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« Molecular Manufacturing vs. Peak Oil | Main | Precautionary Principle and Nanotechnology »

November 10, 2004

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» Nano Energy and "the Peak" from The Speculist
Chris Phoenix has some sobering thoughts on the potential coming energy crisis... If oil supply ever does fall below demand, we can expect prices to rise steeply. At this point, it could take years for alternative technologies to come online,... [Read More]

» Nano Energy and "the Peak" from The Speculist
Chris Phoenix has some sobering thoughts on the potential coming energy crisis... If oil supply ever does fall below demand, we can expect prices to rise steeply. At this point, it could take years for alternative technologies to come online,... [Read More]

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Michael Vassar

Silicon doesn't have the variety of forms of carbon, but I would be shocked if there wasn't some possible hybrid technique that would use silicon to manipulate carbon. Prehaps something like forming molds from Silicon and then using plasma deposition of diamond to fill the mold, then cutting out the diamond part, possibly with an x-ray laser or with a diamond knife, or possibly by reacting the non-desired parts with some chemical. Once diamond parts were assembled, they might be brought together mechanically possibly using simple manipulator tools that had been built from silicon, or by self-assembly.
Any idea why the Aono Atomcraft project didn't get funding to continue?

Michael Vassar

BTW, their lack of funding is a rebuttle to the current "if only Eric Drexel actually did experiments he would be credible" rhetoric.

John Michelsen

I studied these papers in great detail years ago. Conductivity is not a problem. But silicon is too mushy to make nanomachines out of. Diamond is the way to go.

Chris Phoenix, CRN


Michael: It's worth pointing out that all we know is that they didn't get _non-secret_ funding. Anyone know if Aono has "stopped publishing"?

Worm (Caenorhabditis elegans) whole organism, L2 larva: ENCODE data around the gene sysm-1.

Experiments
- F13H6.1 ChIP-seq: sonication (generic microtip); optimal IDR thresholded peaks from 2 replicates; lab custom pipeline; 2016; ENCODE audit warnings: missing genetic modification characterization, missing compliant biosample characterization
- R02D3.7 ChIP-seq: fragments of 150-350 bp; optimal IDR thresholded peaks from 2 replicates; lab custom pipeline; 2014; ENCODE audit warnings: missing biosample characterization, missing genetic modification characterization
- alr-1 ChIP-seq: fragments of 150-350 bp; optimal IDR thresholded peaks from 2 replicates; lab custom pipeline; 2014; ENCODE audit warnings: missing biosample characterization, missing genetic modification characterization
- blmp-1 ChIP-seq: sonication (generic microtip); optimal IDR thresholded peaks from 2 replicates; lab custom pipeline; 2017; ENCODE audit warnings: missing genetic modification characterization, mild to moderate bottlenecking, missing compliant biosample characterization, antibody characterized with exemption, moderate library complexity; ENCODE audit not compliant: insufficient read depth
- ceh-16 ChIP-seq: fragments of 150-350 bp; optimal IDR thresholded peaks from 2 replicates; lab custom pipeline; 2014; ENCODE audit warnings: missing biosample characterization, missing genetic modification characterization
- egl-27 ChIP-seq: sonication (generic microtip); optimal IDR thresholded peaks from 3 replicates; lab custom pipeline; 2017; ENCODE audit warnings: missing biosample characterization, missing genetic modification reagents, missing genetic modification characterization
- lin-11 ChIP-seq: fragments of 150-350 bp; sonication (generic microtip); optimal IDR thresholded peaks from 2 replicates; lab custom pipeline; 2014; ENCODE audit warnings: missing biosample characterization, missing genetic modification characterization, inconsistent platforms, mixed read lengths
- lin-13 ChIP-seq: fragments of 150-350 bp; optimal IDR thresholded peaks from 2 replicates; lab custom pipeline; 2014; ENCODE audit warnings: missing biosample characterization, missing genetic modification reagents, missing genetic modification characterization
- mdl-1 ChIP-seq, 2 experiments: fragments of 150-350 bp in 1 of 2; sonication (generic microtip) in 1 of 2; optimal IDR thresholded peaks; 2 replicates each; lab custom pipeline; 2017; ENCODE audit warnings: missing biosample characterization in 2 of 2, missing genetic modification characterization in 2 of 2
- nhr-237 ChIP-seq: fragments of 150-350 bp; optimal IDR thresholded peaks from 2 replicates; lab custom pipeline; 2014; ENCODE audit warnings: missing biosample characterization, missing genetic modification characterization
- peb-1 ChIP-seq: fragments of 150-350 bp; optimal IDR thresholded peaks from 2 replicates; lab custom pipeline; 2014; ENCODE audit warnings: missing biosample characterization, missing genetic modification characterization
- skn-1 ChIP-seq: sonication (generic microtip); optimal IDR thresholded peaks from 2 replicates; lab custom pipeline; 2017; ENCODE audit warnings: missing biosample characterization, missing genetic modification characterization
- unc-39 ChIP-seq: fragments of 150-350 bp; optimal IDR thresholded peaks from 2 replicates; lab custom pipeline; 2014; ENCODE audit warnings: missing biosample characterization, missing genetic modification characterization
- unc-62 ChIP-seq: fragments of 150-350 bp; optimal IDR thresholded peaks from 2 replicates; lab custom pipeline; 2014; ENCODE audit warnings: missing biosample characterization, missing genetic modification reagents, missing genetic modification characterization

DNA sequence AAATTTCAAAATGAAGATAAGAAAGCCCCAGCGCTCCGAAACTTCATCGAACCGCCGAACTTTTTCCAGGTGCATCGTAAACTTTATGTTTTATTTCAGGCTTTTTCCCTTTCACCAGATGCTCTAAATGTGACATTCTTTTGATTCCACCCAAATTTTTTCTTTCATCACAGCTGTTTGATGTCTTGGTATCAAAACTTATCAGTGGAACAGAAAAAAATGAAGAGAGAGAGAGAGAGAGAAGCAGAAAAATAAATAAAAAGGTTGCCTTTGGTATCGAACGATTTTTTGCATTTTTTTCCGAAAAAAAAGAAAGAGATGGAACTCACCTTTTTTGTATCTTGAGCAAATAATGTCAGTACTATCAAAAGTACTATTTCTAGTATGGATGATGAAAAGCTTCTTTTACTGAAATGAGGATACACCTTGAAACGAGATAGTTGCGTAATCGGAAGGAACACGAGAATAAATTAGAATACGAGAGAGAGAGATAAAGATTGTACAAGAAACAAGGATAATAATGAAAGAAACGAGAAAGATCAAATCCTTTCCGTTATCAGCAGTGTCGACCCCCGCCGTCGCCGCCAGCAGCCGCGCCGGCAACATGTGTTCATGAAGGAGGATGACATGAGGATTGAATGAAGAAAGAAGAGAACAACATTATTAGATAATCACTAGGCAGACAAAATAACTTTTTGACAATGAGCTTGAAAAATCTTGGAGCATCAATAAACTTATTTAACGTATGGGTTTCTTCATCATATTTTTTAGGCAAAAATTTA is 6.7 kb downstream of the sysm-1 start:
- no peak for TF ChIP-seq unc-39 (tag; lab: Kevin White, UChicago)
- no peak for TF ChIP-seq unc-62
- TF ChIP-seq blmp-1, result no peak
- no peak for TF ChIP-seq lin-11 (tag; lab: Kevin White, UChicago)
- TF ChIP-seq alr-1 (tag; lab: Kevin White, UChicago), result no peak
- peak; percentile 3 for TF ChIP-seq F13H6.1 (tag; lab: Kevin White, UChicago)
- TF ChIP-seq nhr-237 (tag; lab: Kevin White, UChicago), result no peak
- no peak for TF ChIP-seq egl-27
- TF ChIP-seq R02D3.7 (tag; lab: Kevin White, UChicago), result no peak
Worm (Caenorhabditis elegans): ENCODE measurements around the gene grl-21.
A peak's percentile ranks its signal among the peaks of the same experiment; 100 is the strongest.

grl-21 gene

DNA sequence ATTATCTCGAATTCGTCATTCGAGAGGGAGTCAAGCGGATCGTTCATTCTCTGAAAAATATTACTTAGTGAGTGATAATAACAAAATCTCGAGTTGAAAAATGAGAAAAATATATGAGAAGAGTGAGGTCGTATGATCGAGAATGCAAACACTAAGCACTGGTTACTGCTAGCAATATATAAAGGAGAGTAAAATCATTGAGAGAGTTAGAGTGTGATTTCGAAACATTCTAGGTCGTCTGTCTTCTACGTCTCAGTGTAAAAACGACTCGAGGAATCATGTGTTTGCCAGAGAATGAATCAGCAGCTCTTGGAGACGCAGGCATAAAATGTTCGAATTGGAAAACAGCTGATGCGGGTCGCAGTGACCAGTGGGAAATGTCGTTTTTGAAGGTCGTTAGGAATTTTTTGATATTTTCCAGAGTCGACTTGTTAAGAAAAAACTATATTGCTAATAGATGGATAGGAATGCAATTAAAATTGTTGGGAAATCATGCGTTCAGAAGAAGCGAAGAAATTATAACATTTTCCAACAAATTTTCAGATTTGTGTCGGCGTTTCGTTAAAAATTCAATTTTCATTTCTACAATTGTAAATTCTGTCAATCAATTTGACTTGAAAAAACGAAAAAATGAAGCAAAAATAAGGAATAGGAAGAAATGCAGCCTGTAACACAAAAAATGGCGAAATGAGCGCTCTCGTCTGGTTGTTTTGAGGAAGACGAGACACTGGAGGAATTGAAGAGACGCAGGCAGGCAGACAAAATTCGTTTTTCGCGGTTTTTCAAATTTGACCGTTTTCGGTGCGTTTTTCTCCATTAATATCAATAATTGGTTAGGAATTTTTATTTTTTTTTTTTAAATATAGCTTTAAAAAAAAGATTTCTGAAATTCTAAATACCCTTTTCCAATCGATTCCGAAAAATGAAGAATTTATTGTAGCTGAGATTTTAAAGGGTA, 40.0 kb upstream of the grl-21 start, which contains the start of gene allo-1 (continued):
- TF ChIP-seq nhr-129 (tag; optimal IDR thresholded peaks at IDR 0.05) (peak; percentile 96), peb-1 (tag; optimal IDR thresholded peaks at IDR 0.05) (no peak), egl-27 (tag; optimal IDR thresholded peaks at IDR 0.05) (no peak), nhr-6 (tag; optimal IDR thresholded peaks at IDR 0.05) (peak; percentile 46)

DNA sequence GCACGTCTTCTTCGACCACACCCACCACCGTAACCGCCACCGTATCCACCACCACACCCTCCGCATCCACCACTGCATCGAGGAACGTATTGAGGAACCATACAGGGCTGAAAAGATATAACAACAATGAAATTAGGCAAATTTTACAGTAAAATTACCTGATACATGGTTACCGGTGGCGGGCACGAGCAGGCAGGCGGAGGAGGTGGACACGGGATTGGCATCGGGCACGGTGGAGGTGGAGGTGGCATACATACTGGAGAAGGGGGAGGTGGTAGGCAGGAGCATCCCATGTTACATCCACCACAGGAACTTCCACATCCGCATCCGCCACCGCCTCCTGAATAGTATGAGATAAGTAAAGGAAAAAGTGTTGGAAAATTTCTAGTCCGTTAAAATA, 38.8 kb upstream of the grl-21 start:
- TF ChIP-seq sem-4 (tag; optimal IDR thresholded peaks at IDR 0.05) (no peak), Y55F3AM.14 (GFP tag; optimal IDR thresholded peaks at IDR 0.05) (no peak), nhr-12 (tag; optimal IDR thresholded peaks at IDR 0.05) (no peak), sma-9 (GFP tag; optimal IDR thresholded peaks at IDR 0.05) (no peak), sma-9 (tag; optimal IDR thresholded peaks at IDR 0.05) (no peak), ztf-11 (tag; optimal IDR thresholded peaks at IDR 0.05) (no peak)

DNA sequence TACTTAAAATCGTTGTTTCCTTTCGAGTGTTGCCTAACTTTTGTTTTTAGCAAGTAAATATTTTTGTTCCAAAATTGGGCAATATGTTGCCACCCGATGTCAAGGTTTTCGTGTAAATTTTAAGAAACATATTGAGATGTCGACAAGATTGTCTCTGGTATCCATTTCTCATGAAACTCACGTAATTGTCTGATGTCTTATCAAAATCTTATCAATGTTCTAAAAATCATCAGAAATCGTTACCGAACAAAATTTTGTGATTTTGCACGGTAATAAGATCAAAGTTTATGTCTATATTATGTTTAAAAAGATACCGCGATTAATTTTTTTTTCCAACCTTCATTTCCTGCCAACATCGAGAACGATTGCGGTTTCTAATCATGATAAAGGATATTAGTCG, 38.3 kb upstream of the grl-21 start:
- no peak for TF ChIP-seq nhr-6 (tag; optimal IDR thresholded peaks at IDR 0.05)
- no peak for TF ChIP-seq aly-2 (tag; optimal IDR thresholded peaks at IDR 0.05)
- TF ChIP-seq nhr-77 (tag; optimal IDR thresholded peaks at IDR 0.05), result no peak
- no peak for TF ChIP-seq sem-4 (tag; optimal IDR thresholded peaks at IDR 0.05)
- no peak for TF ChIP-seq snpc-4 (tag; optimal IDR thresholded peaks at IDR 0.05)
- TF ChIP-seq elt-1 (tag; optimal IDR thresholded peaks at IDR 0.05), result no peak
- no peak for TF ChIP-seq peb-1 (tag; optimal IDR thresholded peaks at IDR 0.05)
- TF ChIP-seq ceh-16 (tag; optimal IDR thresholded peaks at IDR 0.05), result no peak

John: Do you mean STMs can build 3D silicon shapes after all? And would they still be too mushy at cryogenic temperatures?

Chris

John Michelsen

With great effort, you could probably do precise 2D patterning in silicon. For 3D you need a material that won't just melt at the slightest touch like silicon and most other materials will. Temperature does nothing to make bonds stronger.

Brett Bellmore

No, but cryogenic temperatures CAN deny a surface the activation energy necessary to reconstruct, provided that simply depositing an atom doesn't provide the energy.

Another candidate material would be cubic boron nitride, which is strongly covalently bonded, and apparently resists reconstruction as much as, perhaps more than, diamond. The downside, of course, is that the chemistry is at least twice as complex, since it's a compound, not a single element.

Chris Phoenix, CRN


John: I know that temperature doesn't make bonds stronger. But can you explain more about the failure modes and conditions?

On boron nitride: part of what makes mechanosynthetic chemistry a pain is avoiding reconstructions. I'd guess (without study) that using two different atoms would reduce the opportunities for reconstruction, and so might make the chemistry easier or more reliable. And so might be worth doing even if you needed more tool tips.

Chris

Brett Bellmore

By the way, boron nitride really IS a good analog of carbon; Not only does it form a hard covalent solid, but there are also a whole class of boron nitride fullerenes.

Michael Vassar

Boron MNT might slow takeoff due to a lesser abundance of Boron vs Carbon. OTOH, it might be used to immediately build nanocomputers to run high power simulations followed by carbon MNT.

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